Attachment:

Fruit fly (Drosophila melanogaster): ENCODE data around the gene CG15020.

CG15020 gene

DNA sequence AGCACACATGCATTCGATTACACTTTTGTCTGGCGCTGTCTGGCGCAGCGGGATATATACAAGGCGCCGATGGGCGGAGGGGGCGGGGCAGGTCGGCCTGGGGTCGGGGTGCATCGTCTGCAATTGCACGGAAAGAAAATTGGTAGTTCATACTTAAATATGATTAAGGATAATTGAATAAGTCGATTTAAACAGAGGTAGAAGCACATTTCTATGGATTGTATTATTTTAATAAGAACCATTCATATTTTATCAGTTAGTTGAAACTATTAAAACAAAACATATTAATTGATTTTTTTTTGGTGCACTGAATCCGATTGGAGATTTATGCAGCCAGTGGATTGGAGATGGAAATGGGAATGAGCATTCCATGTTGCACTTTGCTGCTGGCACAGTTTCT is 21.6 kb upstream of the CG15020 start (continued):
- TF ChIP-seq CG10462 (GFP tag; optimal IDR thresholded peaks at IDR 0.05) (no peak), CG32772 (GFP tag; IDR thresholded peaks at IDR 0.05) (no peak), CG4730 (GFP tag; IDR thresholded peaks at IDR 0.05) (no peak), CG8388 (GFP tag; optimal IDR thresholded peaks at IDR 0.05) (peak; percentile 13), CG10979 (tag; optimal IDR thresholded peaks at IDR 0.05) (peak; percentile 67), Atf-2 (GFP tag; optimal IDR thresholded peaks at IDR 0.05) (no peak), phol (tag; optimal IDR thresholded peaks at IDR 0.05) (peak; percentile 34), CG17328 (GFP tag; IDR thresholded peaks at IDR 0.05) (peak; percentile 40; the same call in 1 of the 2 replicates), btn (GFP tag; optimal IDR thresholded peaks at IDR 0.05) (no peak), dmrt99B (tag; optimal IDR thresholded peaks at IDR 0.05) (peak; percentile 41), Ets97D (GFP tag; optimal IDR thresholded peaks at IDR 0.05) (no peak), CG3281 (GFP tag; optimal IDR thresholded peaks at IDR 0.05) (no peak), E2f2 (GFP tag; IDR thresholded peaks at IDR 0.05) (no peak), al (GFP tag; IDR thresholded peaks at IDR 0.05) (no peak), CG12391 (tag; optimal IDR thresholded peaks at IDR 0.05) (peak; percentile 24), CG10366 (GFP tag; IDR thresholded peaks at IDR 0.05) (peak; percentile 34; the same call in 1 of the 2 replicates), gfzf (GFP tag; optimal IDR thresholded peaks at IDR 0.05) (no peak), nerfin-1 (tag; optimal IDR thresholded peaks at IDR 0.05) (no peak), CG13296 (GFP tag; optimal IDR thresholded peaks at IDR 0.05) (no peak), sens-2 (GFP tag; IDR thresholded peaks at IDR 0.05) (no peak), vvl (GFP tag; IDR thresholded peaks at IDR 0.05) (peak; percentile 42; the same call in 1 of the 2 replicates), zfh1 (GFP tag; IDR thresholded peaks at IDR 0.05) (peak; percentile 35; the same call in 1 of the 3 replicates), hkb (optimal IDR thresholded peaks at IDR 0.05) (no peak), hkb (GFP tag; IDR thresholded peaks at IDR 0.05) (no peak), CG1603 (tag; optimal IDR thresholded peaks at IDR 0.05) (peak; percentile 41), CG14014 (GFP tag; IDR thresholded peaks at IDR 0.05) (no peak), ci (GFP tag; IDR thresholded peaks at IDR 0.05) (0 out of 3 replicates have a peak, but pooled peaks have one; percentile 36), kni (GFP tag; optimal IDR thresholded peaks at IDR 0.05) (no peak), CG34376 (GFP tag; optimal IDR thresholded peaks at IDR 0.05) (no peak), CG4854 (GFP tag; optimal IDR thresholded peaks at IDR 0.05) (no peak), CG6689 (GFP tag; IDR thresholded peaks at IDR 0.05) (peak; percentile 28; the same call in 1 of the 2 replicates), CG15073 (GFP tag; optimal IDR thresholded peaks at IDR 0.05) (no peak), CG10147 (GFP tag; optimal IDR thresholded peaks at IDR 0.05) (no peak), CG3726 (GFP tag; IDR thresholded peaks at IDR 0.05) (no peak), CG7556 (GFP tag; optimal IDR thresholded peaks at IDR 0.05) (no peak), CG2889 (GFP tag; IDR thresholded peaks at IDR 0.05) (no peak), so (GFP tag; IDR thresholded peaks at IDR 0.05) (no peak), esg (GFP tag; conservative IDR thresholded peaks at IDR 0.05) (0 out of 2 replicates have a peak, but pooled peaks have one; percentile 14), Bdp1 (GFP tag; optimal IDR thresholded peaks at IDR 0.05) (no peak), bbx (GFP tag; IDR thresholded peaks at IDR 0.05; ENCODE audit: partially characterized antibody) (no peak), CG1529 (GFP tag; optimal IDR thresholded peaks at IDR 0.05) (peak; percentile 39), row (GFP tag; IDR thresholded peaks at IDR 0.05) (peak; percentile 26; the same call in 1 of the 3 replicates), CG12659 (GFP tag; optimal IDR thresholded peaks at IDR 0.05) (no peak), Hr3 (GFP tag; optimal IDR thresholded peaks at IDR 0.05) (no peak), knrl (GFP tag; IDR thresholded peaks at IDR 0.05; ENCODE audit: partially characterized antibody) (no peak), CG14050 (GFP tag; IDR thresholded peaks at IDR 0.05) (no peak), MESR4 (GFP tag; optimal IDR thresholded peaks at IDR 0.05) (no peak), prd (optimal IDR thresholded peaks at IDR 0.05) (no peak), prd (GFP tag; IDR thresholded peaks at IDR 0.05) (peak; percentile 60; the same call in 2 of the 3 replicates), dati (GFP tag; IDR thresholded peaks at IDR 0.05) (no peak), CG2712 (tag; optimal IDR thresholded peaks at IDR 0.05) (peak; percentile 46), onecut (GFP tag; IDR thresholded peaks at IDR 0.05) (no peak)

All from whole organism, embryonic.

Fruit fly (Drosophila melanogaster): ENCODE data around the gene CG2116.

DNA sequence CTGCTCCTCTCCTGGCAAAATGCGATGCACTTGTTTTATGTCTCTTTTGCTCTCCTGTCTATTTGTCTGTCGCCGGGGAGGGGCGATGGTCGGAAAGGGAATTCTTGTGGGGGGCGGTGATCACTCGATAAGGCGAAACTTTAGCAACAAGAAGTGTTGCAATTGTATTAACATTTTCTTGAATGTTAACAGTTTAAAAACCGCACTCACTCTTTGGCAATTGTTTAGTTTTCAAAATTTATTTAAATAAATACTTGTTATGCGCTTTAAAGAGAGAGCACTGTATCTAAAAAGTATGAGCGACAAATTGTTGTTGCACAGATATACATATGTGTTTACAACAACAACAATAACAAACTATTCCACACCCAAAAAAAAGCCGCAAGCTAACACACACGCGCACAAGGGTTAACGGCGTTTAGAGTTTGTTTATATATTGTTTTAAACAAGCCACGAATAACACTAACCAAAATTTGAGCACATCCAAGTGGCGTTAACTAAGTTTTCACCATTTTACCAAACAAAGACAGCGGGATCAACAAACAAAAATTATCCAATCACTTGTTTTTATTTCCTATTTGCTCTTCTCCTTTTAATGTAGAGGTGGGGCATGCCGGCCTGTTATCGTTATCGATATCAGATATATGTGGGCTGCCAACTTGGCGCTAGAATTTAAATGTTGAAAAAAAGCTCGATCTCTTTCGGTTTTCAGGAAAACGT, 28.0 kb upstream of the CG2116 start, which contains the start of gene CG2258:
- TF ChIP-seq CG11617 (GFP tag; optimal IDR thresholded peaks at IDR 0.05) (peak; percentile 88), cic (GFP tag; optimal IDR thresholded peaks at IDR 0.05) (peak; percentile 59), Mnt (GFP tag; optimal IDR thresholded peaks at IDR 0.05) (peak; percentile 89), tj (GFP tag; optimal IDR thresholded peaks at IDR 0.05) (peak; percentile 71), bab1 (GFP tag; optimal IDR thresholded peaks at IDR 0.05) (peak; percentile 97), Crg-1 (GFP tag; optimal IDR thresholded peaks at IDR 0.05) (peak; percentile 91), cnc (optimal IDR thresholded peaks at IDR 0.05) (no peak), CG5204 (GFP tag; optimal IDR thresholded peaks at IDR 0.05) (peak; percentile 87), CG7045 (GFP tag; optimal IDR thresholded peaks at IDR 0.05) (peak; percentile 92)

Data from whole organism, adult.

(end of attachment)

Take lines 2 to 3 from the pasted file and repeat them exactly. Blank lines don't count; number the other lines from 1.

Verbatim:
CG15020 gene

DNA sequence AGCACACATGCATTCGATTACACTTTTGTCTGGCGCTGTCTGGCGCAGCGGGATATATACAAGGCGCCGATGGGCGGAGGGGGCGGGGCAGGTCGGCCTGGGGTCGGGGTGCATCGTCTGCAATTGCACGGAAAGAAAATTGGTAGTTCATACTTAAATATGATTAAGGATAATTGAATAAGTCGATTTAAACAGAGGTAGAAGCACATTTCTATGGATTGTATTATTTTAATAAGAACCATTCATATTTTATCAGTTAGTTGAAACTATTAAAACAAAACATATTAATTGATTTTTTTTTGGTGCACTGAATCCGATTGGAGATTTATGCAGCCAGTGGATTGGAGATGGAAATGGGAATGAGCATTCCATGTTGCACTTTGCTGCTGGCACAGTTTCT is 21.6 kb upstream of the CG15020 start (continued):